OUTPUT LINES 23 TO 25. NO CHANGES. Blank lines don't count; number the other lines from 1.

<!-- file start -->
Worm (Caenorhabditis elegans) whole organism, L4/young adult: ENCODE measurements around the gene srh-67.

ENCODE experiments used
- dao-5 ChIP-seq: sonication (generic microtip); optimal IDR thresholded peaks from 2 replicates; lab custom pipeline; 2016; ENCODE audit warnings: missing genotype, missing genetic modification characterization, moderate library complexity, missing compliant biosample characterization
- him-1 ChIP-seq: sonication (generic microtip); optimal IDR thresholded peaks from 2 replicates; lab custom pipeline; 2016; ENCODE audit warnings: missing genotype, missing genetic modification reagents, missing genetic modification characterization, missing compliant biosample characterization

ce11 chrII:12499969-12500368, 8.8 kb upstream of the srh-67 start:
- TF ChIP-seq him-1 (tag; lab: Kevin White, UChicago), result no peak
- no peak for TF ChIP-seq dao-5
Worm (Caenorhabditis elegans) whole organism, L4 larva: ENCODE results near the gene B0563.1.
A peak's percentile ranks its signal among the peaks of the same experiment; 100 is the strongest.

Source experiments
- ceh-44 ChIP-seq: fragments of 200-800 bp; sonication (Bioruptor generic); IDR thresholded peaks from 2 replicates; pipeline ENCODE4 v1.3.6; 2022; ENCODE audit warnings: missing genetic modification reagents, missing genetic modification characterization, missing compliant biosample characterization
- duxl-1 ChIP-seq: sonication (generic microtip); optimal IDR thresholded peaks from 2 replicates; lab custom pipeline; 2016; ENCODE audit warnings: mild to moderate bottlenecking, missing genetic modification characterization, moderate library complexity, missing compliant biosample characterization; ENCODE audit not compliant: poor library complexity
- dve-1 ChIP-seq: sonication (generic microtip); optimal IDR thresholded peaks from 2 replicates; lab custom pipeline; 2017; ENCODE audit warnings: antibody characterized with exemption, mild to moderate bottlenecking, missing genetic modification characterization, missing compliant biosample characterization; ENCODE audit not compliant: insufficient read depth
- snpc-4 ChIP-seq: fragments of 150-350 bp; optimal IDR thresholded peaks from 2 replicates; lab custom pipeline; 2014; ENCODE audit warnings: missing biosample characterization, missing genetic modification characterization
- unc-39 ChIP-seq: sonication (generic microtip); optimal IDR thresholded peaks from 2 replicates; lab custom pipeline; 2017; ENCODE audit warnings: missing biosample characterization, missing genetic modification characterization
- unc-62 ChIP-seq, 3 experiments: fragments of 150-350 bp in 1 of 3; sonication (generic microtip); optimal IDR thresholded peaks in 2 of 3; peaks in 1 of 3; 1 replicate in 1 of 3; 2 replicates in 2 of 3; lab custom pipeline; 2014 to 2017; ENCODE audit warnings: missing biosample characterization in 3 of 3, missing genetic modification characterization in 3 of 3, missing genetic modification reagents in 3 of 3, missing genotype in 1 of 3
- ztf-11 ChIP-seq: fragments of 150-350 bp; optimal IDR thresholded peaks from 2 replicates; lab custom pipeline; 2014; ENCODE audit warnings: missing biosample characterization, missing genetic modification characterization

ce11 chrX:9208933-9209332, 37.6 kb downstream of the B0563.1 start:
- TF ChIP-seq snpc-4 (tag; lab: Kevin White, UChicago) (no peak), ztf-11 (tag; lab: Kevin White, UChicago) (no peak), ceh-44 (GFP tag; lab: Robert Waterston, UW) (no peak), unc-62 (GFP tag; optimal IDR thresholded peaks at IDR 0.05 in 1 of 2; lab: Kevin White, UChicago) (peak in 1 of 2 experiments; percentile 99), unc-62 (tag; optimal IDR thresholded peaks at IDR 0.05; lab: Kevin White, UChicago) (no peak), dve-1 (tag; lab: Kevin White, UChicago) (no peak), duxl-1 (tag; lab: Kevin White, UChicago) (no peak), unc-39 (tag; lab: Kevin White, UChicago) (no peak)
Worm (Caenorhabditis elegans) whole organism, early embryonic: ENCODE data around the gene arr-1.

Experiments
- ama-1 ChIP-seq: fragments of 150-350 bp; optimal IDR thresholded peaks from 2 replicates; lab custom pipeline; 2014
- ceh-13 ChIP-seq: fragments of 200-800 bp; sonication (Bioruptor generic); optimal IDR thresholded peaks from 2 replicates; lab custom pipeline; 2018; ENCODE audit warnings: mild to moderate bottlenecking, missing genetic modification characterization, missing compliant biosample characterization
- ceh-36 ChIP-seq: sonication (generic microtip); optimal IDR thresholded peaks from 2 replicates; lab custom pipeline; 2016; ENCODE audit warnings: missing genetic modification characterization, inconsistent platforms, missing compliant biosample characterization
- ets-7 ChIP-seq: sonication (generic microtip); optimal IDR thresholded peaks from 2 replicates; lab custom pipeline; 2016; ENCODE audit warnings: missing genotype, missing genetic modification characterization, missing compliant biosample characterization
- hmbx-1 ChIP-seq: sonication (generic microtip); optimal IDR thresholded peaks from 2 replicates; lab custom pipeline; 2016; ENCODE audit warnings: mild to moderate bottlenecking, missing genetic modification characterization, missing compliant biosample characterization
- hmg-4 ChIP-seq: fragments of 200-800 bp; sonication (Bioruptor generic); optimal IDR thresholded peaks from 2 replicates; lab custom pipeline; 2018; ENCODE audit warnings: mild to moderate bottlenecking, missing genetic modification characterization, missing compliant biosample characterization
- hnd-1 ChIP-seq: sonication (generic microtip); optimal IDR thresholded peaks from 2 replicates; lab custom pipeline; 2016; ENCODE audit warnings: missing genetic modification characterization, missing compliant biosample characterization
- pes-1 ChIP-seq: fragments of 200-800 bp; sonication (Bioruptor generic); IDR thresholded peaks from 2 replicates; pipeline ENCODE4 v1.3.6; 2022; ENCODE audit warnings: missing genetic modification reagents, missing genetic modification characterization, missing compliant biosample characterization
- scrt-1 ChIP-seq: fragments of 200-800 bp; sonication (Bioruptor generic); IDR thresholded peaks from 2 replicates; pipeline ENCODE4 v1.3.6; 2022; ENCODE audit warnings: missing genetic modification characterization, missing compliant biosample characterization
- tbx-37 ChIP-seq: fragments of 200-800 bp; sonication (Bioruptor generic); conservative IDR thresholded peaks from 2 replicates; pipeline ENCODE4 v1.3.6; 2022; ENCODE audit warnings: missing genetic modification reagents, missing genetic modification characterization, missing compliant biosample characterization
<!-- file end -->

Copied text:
- ceh-13 ChIP-seq: fragments of 200-800 bp; sonication (Bioruptor generic); optimal IDR thresholded peaks from 2 replicates; lab custom pipeline; 2018; ENCODE audit warnings: mild to moderate bottlenecking, missing genetic modification characterization, missing compliant biosample characterization
- ceh-36 ChIP-seq: sonication (generic microtip); optimal IDR thresholded peaks from 2 replicates; lab custom pipeline; 2016; ENCODE audit warnings: missing genetic modification characterization, inconsistent platforms, missing compliant biosample characterization
- ets-7 ChIP-seq: sonication (generic microtip); optimal IDR thresholded peaks from 2 replicates; lab custom pipeline; 2016; ENCODE audit warnings: missing genotype, missing genetic modification characterization, missing compliant biosample characterization